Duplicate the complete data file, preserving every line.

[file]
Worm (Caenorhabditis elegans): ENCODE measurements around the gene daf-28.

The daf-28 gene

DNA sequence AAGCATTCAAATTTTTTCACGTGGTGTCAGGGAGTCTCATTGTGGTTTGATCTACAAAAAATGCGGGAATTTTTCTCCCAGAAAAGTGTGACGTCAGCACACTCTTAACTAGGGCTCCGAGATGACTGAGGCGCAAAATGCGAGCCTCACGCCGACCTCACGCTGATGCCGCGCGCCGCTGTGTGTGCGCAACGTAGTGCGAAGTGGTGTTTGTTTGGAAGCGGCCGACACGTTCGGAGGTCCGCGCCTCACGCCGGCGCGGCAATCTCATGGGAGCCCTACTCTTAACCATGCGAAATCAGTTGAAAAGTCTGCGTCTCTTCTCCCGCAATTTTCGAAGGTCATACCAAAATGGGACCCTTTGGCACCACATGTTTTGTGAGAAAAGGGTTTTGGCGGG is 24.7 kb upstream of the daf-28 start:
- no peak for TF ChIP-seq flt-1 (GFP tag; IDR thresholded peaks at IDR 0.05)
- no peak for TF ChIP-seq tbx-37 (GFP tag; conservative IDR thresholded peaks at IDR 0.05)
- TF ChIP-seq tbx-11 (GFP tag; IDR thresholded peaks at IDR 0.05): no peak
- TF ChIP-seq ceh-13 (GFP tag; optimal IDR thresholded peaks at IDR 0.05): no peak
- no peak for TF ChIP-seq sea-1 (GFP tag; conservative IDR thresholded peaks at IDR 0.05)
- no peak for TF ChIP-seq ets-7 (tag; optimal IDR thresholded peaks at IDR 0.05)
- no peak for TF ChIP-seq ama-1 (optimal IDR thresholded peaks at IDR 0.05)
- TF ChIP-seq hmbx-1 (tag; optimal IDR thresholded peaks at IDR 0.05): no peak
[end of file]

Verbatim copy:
Worm (Caenorhabditis elegans): ENCODE measurements around the gene daf-28.

The daf-28 gene

DNA sequence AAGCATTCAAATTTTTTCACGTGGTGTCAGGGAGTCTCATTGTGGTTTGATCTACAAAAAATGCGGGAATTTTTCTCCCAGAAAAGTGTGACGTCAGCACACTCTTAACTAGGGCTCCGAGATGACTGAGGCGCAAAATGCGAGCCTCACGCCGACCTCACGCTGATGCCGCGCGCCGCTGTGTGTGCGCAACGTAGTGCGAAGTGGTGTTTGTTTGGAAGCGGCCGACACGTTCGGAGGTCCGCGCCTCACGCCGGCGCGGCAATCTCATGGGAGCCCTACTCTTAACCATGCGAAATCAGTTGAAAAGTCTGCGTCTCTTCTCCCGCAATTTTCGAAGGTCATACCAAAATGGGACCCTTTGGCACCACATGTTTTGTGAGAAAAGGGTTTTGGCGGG is 24.7 kb upstream of the daf-28 start:
- no peak for TF ChIP-seq flt-1 (GFP tag; IDR thresholded peaks at IDR 0.05)
- no peak for TF ChIP-seq tbx-37 (GFP tag; conservative IDR thresholded peaks at IDR 0.05)
- TF ChIP-seq tbx-11 (GFP tag; IDR thresholded peaks at IDR 0.05): no peak
- TF ChIP-seq ceh-13 (GFP tag; optimal IDR thresholded peaks at IDR 0.05): no peak
- no peak for TF ChIP-seq sea-1 (GFP tag; conservative IDR thresholded peaks at IDR 0.05)
- no peak for TF ChIP-seq ets-7 (tag; optimal IDR thresholded peaks at IDR 0.05)
- no peak for TF ChIP-seq ama-1 (optimal IDR thresholded peaks at IDR 0.05)
- TF ChIP-seq hmbx-1 (tag; optimal IDR thresholded peaks at IDR 0.05): no peak